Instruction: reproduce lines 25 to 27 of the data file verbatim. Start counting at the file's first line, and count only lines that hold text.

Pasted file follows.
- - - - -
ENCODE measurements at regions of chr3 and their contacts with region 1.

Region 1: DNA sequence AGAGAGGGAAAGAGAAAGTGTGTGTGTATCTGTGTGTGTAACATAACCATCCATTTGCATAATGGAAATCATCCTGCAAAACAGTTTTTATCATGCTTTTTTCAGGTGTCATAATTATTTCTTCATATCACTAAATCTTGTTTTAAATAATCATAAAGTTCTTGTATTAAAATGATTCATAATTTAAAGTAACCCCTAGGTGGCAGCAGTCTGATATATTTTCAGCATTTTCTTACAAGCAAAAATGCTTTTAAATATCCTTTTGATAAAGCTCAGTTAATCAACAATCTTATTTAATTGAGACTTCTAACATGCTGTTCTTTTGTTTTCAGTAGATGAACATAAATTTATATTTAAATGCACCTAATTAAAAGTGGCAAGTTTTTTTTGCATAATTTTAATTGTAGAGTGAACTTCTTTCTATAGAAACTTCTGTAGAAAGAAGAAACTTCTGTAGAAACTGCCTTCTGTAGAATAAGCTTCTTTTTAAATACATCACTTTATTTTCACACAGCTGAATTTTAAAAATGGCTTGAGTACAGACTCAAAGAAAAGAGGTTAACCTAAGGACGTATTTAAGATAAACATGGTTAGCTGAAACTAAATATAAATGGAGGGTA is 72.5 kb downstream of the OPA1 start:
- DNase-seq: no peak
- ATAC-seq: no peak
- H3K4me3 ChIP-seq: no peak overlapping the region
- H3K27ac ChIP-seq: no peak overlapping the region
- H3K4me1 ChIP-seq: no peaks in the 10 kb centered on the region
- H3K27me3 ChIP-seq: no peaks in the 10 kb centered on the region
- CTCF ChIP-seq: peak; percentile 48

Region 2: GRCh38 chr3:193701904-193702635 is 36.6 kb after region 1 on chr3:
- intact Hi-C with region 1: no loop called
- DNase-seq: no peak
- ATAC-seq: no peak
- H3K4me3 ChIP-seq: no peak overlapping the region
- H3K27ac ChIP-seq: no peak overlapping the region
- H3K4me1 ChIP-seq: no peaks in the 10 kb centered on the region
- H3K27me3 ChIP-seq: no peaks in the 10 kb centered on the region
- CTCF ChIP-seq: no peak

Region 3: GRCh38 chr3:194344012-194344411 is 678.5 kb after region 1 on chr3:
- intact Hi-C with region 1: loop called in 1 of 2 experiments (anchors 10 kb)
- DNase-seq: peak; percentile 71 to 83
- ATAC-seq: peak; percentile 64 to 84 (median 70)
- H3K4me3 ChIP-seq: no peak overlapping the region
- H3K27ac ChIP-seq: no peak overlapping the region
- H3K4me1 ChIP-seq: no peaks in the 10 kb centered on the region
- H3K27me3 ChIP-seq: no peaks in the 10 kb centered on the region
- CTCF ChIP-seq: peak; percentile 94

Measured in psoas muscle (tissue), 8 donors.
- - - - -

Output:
- H3K4me1 ChIP-seq: no peaks in the 10 kb centered on the region
- H3K27me3 ChIP-seq: no peaks in the 10 kb centered on the region
- CTCF ChIP-seq: peak; percentile 94